HUMAN TRAFFICKING 
in South Africa
Featured Images: Matilde Simas​​​​​​​
South Africa is a prime spot for traffickers, it is where victims can be found or used as a place to transport a victim or it can be where victims are forced to work. 
There has been a spike in kidnapping in South Africa over the past few months. There are powerful people involved in and controlling these trafficking rings. The people in charge are not known to the public but their power would indicate that those people would include a select few of the extremely rich and some government officials. South Africans are currently having to deal with femicide along with a high rate of kidnappings, all while living through pandemic. People must use vigilance to protect themselves and bravery to protect others. 
According to “2019 Trafficking in Persons Report: South Africa”, South Africa is under Tier 2 Watch List. This means the country’s government does not fully comply with the Trafficking Victims Protection Act but the country continues to reach to achieve the correct requirements to become compliant.  
A21, a non-profit that helps rescue trafficked victims and prevent others from becoming victims states that 53.76% of South Africans are vulnerable to human trafficking.
Victims are thrown into the world of trafficking in various ways, such as a job offer, a relationship, sold by a friend or family member, or kidnapping. All these forms of manipulation are linked by one thing: desperation.​​​​​​​
In South Africa, the unemployment rate is 30,1% this in turn encourages many people to accept any job offer that comes their way, this is the method most traffickers use. Fake job offers usually entail a high pay rate, expenses such as travel, and accommodation are all paid for and no qualifications are needed.
The second most used method is when friends or family members sell the victim. The predators say they are willing to send the victim to an expensive prestigious school that is far from home. In some cases, it may be a roommate that informs traffickers and let them kidnap the victim but it is usually someone the victim knows.
The third is called “Loverboy” this is when a predator becomes romantically involved with the victim and gains their trust. The victims are then sold into forced labor.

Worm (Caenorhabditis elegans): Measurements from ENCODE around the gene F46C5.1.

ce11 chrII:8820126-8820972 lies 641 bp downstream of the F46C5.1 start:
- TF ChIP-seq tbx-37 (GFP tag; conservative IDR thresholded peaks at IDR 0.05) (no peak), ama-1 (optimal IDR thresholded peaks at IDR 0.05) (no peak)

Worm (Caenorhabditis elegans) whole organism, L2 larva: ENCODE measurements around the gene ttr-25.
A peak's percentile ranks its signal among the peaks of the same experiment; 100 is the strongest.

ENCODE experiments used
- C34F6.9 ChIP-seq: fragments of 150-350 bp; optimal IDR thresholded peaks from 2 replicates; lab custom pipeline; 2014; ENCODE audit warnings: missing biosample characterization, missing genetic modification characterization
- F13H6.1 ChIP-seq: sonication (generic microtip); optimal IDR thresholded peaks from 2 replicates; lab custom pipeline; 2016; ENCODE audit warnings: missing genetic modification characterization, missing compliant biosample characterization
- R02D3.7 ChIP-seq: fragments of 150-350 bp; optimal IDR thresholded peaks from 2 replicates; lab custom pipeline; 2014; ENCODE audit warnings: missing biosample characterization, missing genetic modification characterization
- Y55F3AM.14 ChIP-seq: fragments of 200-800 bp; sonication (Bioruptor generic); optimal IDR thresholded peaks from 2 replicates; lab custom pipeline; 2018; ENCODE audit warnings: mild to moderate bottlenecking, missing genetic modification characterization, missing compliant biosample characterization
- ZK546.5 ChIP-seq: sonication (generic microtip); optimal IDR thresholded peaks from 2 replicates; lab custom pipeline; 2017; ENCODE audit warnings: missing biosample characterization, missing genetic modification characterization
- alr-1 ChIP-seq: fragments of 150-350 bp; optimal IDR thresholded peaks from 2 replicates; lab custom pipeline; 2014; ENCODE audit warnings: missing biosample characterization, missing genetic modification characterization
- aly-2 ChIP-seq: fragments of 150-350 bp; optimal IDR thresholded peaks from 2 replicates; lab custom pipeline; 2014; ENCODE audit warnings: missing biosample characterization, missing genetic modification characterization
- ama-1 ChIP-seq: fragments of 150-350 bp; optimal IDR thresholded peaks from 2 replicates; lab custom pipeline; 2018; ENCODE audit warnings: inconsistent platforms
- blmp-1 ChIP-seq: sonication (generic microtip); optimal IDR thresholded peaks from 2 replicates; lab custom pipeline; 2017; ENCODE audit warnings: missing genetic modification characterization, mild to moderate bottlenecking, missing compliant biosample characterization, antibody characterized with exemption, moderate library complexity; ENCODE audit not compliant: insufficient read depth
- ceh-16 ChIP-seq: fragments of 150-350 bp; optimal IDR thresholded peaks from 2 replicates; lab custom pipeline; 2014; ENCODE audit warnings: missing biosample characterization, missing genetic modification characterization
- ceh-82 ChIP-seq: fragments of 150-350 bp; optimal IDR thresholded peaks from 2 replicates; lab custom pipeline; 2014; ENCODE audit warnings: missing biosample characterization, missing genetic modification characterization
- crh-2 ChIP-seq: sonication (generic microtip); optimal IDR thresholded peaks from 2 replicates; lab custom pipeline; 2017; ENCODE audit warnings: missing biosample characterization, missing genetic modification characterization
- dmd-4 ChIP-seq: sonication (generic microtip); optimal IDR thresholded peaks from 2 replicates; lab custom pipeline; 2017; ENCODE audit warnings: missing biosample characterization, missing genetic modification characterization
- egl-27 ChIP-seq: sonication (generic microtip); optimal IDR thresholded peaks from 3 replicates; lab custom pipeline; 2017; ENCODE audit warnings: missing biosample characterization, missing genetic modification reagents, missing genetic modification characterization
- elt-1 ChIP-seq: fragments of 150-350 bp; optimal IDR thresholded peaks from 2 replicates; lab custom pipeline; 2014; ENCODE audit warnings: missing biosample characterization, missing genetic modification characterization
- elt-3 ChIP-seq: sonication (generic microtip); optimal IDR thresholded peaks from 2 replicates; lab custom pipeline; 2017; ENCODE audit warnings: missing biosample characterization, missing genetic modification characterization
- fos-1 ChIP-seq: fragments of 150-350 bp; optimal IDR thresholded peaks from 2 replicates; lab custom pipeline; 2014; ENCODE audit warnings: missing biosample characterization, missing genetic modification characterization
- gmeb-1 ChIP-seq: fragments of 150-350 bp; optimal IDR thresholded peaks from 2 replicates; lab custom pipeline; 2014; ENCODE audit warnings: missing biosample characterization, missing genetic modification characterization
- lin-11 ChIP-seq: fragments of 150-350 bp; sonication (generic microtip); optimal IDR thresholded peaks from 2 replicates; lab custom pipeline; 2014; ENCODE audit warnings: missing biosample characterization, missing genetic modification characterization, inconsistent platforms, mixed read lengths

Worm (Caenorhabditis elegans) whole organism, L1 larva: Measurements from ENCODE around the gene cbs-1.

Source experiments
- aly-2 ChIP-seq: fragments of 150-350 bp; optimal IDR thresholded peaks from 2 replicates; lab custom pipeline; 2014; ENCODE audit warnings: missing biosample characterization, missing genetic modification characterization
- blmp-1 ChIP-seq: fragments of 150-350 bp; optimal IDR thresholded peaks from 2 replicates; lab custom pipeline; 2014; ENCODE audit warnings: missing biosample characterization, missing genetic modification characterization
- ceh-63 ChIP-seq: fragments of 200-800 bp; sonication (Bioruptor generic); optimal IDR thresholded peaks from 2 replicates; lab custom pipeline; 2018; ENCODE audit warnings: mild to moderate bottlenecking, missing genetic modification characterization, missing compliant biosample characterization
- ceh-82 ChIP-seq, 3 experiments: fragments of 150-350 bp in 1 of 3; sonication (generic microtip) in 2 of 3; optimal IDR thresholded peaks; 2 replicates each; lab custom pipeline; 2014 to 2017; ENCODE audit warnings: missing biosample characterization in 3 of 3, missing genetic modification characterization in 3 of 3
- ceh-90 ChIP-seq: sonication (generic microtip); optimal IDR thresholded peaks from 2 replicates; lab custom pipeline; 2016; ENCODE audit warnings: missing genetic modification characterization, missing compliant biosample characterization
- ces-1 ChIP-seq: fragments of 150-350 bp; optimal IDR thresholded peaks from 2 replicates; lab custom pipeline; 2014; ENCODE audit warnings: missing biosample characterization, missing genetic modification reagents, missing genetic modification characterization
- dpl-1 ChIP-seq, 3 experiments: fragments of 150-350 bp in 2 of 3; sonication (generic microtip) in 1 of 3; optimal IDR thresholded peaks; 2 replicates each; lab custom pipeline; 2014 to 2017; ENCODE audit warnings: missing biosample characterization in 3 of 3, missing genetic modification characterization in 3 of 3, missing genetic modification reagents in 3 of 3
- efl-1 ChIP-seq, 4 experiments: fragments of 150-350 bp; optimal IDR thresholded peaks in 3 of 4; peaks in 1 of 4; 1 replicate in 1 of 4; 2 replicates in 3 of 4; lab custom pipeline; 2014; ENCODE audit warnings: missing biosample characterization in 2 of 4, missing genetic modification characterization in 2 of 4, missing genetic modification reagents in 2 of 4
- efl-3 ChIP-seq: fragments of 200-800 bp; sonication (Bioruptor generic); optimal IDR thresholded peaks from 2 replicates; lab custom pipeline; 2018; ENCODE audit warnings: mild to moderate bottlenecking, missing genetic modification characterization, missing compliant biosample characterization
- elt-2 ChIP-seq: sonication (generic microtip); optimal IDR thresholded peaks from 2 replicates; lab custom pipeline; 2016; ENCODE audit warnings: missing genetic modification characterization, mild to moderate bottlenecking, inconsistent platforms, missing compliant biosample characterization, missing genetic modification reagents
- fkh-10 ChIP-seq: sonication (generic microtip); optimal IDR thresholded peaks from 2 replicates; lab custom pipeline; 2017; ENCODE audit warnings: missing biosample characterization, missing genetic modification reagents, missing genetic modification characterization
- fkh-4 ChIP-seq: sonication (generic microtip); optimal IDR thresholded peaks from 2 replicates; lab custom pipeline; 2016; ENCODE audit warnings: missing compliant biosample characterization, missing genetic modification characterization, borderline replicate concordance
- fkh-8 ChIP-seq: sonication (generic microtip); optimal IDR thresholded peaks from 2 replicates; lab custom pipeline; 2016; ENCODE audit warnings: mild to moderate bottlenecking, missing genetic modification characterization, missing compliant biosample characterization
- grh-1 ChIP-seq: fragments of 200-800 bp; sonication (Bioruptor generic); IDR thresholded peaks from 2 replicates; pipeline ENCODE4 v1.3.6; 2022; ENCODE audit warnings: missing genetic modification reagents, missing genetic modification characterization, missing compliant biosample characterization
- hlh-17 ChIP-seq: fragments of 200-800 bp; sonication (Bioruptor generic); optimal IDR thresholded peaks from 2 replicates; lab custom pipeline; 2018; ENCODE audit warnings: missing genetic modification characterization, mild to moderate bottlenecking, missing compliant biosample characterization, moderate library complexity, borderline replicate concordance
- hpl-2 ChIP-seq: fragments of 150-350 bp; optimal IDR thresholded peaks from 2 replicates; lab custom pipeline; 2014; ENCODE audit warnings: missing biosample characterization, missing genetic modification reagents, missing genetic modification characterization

In South Africa trafficking victims are exploited through forced begging where any money received is taken by the trafficker, forced organ removal, forced and early marriage, forced adoption where children are sold or baby harvesting where babies are sexually exploited, or their organs are sold.​​​​​​​
Girls and women that are trafficked are typically used for sexual exploitation and forced domestic labor whereas boys and men are typically forced into working on farms and the street.
In South Africa, it is a norm to see people begging for money and it is assumed they have a drug addiction. It is highly likely that the people begging are being forced into it by traffickers who then take the money and give the victims drugs. Drugs are used as a weapon to ensure victims return to their traffickers and do not go to the police as they fear they would be prosecuted for consuming drugs.
If victims can escape there are still many obstacles they will face. According to S- Cape’s founder, who wanted to empower human trafficking victims, found that finding shelters and professionals to assist with the emotional, physical, and psychological trauma were extremely scarce. Many trafficking victims don’t have safe spaces to return to, their vulnerability is what makes them desirable to traffickers.​​​​​​​
For this reason, potential victims must be given proper work and skills opportunities, so they never fall prey to manipulation. They must also be provided with a safe space they can go when they feel they are being threatened.​​​​​​​
Human trafficking can be prevented by empowering the vulnerable and for victims, the same is needed. Human trafficking victims are not just victims and one difficult part of their lives does not define their story.
Help people who have experienced human trafficking gain their independence and freedom by donating, volunteering, and educating.
To report any cases of human trafficking in South Africa call 080 022 2777 or use www.0800222777.org.za to report and to get more information on how to help.
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